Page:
As expected 2021 was filled with lots of legislation related to scope of practice. State medical associations, state osteopathic associations, national and state-level specialty societies, the American Osteopathic Association and AMA have all been extremely busy on scope this year—sometimes working out front and often behind the scenes.

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The AMA worked with 35 state medical associations to help defeat scope legislation this year, including legislation related to Advanced Practice Registered Nurses (APRNs) (nurse practitioners, nurse anesthetists, nurse midwives, clinical nurse specialists), naturopaths, optometrists, pharmacists, physician assistants, psychologists and podiatrists. Due to the tremendous efforts of organized medicine at all levels and physician leaders across the country, there have been many wins but some tough losses as well. Following is a summary of some key bills:

APRNs

Key bills that would have significantly expanded APRN scope of practice were defeated in eight states this year, including Florida, Kansas, Kentucky, Louisiana, Maine, Mississippi, Tennessee and Texas. In addition, legislation enacted in Virginia, which would have allowed nurse practitioners (NP) to practice independently, was amended to retain the current transition to practice requirement but reduced the number of years required from five years to two years. This provision is only applicable until July 1, 2022, at which time the law reverts back to five years. The bill also retained the current oversight of NPs from the medical board and nursing board.

In response to the pandemic, Massachusetts’ Governor Baker adopted an executive order expanding the scope of practice of NPs and other non-physicians. Legislators retained these expansions through legislation introduced in Dec. 2020 and signed into law by Governor Baker in early 2021. The new law creates a transition to independent practice process in which NPs, psychiatric nurse mental health clinical specialists and Certified Registered Nurse Anesthetists (CRNAs) can practice independently after two years of practice under a physician or nurse practitioner with independent practice authority and who meets other requirements (to be determined by regulatory process). Unfortunately, Delaware and Utah also enacted legislation to allow independent practice of APRNs.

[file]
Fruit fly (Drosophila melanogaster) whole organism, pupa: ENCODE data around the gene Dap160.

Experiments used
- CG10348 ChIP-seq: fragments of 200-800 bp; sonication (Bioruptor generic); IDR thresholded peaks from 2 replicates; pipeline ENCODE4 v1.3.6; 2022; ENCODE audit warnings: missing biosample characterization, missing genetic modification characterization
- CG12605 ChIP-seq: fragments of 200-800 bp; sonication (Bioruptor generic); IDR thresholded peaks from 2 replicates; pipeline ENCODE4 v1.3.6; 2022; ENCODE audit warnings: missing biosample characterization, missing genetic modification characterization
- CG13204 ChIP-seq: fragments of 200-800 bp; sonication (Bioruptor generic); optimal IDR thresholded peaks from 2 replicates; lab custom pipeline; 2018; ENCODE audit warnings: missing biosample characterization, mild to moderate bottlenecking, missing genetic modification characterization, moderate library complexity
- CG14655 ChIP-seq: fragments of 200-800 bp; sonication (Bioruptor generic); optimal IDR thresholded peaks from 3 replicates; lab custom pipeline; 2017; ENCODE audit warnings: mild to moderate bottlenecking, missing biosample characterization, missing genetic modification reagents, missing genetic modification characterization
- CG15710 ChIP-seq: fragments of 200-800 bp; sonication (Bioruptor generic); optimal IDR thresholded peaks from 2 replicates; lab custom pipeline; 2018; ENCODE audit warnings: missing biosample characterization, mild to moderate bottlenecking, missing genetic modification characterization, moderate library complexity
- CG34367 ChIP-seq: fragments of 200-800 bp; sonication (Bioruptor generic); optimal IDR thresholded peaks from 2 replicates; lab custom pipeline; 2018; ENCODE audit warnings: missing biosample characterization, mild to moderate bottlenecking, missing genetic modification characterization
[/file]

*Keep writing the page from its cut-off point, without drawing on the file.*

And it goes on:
• Delaware’s legislature enacted two bills related to APRNs. One removes physician collaboration and the existing requirement that APRNs seeking independent practice must practice pursuant to a collaboration agreement for two years and a minimum of 4,000 full-time hours. A second bill adopts the new APRN compact. This makes Delaware the second state to adopt the APRN compact with North Dakota adopting earlier this year.
  • Utah’s legislation removed the collaboration requirement for prescribing, thereby allowing NPs to diagnose, treat or prescribe without any physician involvement.

Unfortunately, several states enacted legislation specifically related to nurse anesthetists, one type of APRN, including Arkansas and Michigan. Arkansas enacted legislation replacing physician supervision of nurse anesthetists with “consultation.” In Michigan, the medical society and partner organizations were able to secure favorable amendments to a bill that would have allowed nurse anesthetists to practice independently (H.B. 4359). Based on amendments adopted in the Senate, nurse anesthetists must meet the following requirements to practice anesthesia care without supervision:

  • Have a minimum of three years or more of experience practicing in the specialty field of nurse anesthesia along with a minimum of 4,000 hours practicing in a health care facility, or hold a doctor of nurse anesthesia practice degree or doctor of nursing practice degree.